Boston--Blue spotted salamander specimens pulled from the Hockomock Swamp are an extremely rare, genetically pure population, according to a new independent study. This discovery will likely afford the amphibians stronger protection under state endangered species law and further complicate plans by the Massachusetts Bay Transportation Authority (MBTA) to route a new rail line through the Hockomock.
The latest genetic studies demonstrate blue-spotted salamanders in the Hockomock are not hybridized with other salamander species. The population is one of only five such distinct populations in New York and New England, a status that will likely force a designation of "endangered" or "threatened" under the Massachusetts Endangered Species Act. Currently, the salamanders are a designated "species of special concern" under the law.
MBTA is proposing to construct a controversial train line between Boston and the communities of Fall River and New Bedford. MBTA's preferred route would bisect the Hockomock Swamp, destroying salamander's habitat. An endangered or threatened listing for the salamander would be yet another setback for MBTA's plan which, in the last week has also drawn opposition from:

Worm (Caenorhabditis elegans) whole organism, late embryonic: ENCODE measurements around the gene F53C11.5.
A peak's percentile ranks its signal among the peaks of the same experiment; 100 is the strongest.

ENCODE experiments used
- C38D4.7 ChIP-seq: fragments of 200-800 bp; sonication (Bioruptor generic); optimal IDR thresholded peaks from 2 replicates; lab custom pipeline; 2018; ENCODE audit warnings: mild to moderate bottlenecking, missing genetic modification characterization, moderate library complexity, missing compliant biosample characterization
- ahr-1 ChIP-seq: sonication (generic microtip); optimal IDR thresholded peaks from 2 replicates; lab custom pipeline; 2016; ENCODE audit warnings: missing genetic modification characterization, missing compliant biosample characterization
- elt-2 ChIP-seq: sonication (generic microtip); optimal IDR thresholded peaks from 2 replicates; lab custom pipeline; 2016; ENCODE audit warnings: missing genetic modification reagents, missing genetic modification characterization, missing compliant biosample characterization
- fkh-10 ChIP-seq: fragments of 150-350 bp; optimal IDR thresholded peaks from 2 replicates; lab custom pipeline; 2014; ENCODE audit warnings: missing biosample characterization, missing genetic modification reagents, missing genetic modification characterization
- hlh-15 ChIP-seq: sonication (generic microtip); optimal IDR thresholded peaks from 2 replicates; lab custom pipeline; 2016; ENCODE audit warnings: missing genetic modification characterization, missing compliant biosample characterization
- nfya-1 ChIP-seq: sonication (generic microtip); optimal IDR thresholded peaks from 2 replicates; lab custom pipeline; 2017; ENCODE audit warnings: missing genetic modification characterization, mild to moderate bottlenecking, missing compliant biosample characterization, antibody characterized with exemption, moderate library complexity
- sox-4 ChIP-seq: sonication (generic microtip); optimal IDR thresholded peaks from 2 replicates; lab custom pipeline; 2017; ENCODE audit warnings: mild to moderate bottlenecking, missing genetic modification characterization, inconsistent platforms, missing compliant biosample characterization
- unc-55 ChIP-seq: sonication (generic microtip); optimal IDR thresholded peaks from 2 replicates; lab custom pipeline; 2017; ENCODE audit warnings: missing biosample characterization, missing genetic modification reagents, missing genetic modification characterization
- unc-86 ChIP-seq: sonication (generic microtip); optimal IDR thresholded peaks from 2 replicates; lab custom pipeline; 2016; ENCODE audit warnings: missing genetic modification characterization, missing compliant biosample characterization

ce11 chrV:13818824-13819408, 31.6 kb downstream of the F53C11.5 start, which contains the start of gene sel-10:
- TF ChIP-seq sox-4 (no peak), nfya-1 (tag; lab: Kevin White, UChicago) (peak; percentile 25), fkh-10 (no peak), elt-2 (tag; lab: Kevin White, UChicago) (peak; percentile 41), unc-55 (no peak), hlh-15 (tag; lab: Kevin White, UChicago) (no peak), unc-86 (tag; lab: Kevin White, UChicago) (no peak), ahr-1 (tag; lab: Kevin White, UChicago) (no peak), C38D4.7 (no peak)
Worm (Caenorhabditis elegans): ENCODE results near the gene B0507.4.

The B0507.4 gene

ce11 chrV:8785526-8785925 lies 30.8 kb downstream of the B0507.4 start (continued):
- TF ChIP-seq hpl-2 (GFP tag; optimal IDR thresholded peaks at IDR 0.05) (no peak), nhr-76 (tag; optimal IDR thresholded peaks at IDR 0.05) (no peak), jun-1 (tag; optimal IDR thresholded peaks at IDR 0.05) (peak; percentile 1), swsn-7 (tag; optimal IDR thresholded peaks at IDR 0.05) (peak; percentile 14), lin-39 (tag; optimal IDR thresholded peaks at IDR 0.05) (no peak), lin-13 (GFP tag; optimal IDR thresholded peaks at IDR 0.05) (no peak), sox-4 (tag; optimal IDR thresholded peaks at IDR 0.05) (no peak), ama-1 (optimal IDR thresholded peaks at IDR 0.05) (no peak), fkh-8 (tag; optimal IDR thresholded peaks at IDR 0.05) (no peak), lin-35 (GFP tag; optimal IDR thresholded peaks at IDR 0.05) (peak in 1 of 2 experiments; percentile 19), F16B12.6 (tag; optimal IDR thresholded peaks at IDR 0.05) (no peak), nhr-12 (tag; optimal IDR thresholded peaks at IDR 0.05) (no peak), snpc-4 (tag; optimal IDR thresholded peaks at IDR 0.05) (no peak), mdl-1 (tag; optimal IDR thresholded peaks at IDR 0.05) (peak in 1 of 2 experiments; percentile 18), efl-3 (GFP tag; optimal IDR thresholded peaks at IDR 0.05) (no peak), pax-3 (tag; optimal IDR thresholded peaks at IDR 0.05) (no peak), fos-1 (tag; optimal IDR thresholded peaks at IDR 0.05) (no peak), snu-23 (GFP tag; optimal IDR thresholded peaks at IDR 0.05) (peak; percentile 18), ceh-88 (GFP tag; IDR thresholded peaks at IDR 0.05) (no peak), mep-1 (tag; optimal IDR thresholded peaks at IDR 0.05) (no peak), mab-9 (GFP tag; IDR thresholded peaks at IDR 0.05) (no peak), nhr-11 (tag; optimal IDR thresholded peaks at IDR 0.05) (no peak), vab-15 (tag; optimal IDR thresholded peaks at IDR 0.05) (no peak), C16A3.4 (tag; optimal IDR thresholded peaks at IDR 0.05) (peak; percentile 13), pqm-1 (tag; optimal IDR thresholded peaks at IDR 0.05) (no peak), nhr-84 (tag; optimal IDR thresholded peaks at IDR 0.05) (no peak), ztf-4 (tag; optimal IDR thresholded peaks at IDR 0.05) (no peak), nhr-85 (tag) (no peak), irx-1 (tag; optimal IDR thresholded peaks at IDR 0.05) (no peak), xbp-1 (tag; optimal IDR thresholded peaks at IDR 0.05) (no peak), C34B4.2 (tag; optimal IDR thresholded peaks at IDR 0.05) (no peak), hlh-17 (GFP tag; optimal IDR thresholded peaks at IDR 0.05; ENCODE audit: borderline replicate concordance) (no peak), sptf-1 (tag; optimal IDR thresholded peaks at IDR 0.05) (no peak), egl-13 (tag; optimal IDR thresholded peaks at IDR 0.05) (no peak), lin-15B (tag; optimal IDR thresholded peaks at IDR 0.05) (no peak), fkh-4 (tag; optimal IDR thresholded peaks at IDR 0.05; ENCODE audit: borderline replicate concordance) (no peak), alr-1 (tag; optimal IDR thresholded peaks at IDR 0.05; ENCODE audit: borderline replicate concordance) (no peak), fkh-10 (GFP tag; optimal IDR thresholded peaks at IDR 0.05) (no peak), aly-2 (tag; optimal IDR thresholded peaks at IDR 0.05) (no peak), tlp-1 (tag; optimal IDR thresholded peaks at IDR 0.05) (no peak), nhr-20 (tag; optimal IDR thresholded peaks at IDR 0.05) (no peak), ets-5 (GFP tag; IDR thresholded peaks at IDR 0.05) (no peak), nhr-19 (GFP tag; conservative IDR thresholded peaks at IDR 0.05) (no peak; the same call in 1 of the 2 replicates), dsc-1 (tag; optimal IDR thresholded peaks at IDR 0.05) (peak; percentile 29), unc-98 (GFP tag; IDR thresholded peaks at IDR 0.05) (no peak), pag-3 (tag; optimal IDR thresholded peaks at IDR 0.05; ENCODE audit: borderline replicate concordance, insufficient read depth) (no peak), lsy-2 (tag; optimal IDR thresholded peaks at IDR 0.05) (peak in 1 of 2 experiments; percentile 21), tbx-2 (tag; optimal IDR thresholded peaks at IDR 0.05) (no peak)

The state's Natural Heritage and Endangered Species Program which indicated, in a strongly-worded letter issued last week, that proposed rail line does would not meet criteria for obtaining environmental permits;
The U.S. Environmental Protection Agency which last week called MBTA's analysis "deficient," cite "significant, yet avoidable impacts to a regionally significant environmental resource;" and
Public Employees for Environmental Responsibility (PEER) who released a white paper written by public agency employees blasting the economic as well as the environmental underpinnings of the project.
In a related development, 48 blue spotted salamander bodies, inadvertently killed during a botched study and then misplaced for months by MBTA consultants, turned up this week. The specimens finally arrived at Harvard's Museum of Comparative Zoology a full year after MBTA claims to have sent them. Unfortunately, the specimens arrived too late to for additional genetic tests to make it into the public record before the close of the MBTA comment period.
"Thank goodness for the independent studies," stated New England PEER director Kyla Bennett, a biologist formerly with EPA."If we relied on MBTA's research, we would never have known that the Hockomock salamanders were an extremely rare, distinct species."
Environmental Affairs Secretary Robert Durand is expected to decide the fate of the rail project this week.##